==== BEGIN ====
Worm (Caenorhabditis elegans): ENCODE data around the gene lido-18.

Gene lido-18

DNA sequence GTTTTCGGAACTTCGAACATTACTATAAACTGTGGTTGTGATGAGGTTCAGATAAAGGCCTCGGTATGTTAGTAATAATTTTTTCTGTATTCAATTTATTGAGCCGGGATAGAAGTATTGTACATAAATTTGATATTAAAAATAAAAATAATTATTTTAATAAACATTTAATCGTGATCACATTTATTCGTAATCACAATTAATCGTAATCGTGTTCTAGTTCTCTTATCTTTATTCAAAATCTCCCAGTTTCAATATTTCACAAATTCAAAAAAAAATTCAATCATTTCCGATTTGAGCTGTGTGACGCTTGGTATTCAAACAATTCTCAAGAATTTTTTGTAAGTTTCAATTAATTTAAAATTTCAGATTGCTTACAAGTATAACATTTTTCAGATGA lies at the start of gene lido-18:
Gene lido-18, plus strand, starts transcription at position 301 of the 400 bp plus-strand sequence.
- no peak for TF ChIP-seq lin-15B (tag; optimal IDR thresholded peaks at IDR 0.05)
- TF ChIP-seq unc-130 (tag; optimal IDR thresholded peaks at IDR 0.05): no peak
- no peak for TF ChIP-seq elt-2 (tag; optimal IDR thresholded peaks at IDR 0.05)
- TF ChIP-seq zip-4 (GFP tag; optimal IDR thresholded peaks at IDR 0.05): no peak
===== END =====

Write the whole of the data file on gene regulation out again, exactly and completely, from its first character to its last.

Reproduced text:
Worm (Caenorhabditis elegans): ENCODE data around the gene lido-18.

Gene lido-18

DNA sequence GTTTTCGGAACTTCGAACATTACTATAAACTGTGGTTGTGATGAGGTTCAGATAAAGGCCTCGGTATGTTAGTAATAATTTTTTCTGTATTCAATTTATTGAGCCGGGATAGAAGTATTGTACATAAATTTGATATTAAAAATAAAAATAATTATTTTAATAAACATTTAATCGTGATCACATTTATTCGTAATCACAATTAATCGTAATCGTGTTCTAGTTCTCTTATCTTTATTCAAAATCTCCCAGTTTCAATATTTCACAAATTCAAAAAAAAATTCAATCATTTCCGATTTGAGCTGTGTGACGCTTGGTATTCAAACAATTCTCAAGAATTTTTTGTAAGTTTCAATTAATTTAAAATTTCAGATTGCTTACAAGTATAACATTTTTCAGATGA lies at the start of gene lido-18:
Gene lido-18, plus strand, starts transcription at position 301 of the 400 bp plus-strand sequence.
- no peak for TF ChIP-seq lin-15B (tag; optimal IDR thresholded peaks at IDR 0.05)
- TF ChIP-seq unc-130 (tag; optimal IDR thresholded peaks at IDR 0.05): no peak
- no peak for TF ChIP-seq elt-2 (tag; optimal IDR thresholded peaks at IDR 0.05)
- TF ChIP-seq zip-4 (GFP tag; optimal IDR thresholded peaks at IDR 0.05): no peak